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18 November 2014

Cement company blows up limestone hill and renders snail extinct - Guardian

Cement company blows up limestone hill and renders snail extinct

Malaysian snail among hundreds of species to become extinct as a result of fishing, logging, mining, agriculture and other activities to satisfy our growing appetite for resources.

Humble snails are no match for the might and indifference of the global cement industry. So it has proved for the now extinct Plectostoma sciaphilum, a rather beautiful snail that lived only on a single limestone hill in Peninsular Malaysia. A cement company blew up the entire hill and all remaining molluscs with it. All that is left of its former habitat is a big hole in the ground filled with water.

Its extinction was highlighted by the global environment network IUCN when it launched a major new study showing that 22,413 out of its 76,199 assessed species are threatened with extinction.

The neighbouring isolated hills are being quarried by Malaysian multinational YTL, owner of Wessex Water, where snails such as the bizarrely-shaped Hypselostoma elephas are in critical danger.

While attention is often drawn to iconic species threatened with extinction – the IUCN report highlights the vulnerability of the Pacific bluefin tuna among others – it also chose the demise of the tiny snail as an example of the damage being done by the extractive industry.

According to the IUCN: “The future of several other species in the region is uncertain for similar reasons. Whilst some mining companies are starting to take the necessary steps to reduce impact, IUCN is urging stronger commitment to prevent further extinctions.”

IUCN’s intervention comes just weeks after Guardian Sustainable Business revealed that another snail was at risk in Malaysia. The mollusc, recently discovered living on an isolated limestone hill called Gunung Kanthan in the northwest of Peninsular Malaysia, was named Charopa lafargei after Lafarge in a bid to prevent the global and aggregates giant from decimating it. The IUCN says this snail is critically endangered and that the “continued existence of the species will depend in large part on the actions of the company.”

Tony Whitten, Fauna & Flora International’s Asia regional director, says the humble snail should not be seen as any less important than iconic species. “Snails have a marketing problem because they are small and in general are considered joke animals because they are slow and slimy,” he says.

“But they have beautiful shapes and colours and on a personal level I abhor the idea of extinctions when it results from deliberate ignorance. A species is a species and we are morally bound to protect them. When I ask people why they think snails are less worthy, they don’t really have an answer.

“Some people may see species such as the bluefin tuna as being more important but that is only because we can identify with them because of their size and the fact we like to eat them.”

Whitten says the reason the cement industry has been able to escape scrutiny until now is because limestone is not considered a strategic mineral so regulation tends to be governed at a local level, and because the companies rarely need international financing. Cement is a basic commodity and margins are razor thin. Whitten says because companies focus on volume to maintain profits, they are unhappy to set aside protected areas within quarrying sites.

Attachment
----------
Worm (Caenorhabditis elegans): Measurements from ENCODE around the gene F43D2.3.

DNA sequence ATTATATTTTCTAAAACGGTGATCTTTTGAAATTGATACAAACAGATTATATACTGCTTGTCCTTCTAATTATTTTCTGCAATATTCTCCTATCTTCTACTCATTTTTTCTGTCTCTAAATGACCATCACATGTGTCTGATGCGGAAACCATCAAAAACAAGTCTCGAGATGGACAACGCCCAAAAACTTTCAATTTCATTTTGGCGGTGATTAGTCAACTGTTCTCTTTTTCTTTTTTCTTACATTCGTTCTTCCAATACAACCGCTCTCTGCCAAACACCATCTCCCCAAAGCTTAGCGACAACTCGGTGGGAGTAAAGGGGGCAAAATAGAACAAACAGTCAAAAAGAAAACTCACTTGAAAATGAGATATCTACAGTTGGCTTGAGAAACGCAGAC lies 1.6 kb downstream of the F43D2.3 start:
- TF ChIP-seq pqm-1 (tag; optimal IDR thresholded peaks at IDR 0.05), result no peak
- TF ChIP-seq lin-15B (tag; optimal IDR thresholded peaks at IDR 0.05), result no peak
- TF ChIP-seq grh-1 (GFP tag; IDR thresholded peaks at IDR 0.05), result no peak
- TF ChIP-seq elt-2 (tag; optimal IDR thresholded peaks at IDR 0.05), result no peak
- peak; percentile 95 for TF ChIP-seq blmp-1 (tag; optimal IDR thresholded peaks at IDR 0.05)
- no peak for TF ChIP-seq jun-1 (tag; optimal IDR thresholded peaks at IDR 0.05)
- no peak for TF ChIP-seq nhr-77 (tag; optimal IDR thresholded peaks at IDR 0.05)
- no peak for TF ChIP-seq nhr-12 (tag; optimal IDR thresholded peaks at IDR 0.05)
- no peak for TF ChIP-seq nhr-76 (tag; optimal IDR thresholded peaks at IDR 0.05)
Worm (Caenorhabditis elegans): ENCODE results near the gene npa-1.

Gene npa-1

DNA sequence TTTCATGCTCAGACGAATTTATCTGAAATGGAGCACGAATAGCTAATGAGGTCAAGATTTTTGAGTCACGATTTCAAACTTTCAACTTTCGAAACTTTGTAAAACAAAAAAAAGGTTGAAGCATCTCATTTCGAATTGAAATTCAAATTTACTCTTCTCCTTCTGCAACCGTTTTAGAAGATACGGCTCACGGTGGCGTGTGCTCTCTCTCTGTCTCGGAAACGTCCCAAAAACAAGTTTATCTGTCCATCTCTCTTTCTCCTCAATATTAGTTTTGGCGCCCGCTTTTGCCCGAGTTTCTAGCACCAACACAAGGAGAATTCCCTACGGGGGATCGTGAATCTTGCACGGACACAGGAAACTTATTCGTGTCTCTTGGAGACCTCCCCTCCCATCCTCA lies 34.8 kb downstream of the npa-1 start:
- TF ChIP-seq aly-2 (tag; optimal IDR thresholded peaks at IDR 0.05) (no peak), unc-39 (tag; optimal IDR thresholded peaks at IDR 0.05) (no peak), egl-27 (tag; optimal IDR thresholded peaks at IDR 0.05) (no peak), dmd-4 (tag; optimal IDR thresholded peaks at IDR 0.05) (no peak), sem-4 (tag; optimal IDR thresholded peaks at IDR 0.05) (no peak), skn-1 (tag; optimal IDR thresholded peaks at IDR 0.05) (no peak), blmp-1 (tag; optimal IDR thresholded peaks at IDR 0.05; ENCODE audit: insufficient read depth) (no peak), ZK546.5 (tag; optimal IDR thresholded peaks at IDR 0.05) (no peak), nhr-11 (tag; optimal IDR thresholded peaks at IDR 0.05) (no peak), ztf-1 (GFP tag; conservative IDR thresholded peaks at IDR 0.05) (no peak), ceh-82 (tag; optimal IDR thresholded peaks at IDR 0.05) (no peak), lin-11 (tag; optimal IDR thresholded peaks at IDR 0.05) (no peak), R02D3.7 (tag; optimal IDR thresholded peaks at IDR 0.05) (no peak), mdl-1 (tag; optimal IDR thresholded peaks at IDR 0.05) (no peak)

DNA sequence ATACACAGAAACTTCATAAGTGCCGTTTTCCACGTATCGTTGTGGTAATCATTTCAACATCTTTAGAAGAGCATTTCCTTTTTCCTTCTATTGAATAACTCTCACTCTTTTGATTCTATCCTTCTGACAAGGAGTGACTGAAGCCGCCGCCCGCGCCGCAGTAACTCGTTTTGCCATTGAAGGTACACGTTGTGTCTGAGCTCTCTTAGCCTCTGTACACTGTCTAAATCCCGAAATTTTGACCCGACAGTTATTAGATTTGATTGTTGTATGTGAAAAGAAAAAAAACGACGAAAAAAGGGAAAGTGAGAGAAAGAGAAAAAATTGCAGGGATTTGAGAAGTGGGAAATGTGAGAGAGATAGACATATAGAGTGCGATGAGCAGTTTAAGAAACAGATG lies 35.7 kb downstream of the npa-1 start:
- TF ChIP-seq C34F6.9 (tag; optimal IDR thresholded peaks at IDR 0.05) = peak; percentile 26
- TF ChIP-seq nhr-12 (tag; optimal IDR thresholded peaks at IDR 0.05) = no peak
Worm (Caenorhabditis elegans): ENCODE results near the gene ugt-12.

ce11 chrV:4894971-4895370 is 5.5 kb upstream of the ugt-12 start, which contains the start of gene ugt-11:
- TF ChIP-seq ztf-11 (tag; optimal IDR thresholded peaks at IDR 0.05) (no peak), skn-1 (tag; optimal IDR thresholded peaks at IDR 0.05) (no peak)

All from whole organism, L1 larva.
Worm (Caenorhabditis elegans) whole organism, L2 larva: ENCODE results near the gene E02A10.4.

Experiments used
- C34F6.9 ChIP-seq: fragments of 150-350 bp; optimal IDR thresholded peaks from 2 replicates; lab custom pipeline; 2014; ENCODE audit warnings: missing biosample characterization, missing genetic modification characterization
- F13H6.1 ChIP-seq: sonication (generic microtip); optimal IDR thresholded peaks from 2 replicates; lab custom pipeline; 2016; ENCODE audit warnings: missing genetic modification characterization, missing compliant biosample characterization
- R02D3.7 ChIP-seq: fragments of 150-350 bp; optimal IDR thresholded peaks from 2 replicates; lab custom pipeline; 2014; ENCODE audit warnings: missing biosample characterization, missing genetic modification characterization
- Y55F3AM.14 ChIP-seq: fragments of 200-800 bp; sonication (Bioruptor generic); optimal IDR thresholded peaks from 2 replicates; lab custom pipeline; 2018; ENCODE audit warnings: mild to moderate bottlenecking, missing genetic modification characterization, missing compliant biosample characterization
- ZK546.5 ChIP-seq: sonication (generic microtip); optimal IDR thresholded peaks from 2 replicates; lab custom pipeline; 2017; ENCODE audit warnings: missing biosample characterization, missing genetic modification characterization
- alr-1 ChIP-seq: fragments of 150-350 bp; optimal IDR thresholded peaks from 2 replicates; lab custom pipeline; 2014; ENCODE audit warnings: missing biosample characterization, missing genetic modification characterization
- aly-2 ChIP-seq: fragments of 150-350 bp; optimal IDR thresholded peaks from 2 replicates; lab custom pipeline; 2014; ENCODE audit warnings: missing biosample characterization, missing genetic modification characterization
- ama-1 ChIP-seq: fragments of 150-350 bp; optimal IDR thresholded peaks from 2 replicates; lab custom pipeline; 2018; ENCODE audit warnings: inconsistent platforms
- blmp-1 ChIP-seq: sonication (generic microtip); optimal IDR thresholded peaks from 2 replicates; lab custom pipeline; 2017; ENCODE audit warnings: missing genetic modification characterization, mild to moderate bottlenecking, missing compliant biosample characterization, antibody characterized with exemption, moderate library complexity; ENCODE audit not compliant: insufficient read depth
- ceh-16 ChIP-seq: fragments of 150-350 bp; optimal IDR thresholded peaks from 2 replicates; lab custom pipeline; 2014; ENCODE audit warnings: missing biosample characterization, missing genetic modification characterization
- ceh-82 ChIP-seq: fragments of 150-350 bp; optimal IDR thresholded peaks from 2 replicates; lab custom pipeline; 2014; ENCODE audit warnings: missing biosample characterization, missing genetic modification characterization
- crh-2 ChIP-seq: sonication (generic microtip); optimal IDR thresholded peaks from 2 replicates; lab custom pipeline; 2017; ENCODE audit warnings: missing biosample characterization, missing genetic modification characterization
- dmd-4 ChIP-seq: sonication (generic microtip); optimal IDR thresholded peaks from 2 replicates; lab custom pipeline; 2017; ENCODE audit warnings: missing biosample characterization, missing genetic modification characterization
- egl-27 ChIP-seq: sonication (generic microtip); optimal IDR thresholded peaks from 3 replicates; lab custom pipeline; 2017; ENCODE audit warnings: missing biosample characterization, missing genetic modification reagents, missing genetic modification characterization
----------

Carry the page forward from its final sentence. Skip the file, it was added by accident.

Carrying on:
It is not only in Malaysia where snails and other species are at risk from the cement industry. “This is a global issue,” he says. “Wherever in the world limestone occurs it has a special fauna and flora but the problems are especially acute in countries such as China, Indonesia, Vietnam, and the US where you get isolated limestone hills.”

A common problem among cement mining companies, according to Whitten, is that environmental impact assessments they carry out are often of a poor quality and focus on birds and mammals and don’t give enough attention to limestone-associated species. The reports are not made public and cannot be scrutinised independently.

Worse still, Whitten says the cement industry has become fixated with trumpeting the restoration of sites they destroy, rather than taking a rational, proactive landscape approach which would include sustainable management and protection.

“No cement business has ever admitted the scale of the problem,” he says. “They tout their biodiversity pages in their websites and sustainability reports with pictures of ducks and frogs and children enjoying the wetlands created from the hills they remove. They give and receive prizes for their restoration work – but do not acknowledge what is being lost.”

The snail at Lafarge’s quarry was named after the company to make it pay attention to inconspicuous animals. “They would never have taken note of the snail unless the scientists had named it after them,” Whitten says. “Lafarge did not like it ... But the reality is I had been talking with them for 15 years and you get to the point where that discussion gets nowhere. This led Fauna & Flora International to resign from their international biodiversity panel. We are, though, having positive discussions with the local senior management.”

The IUCN’s Red List, the world’s most comprehensive information source on the global conservation status of plant, animal and fungi species, shows that Plectostoma sciaphilum is one of 901 species of the 76,199 assessed to have become extinct through fishing, logging, mining and agriculture.


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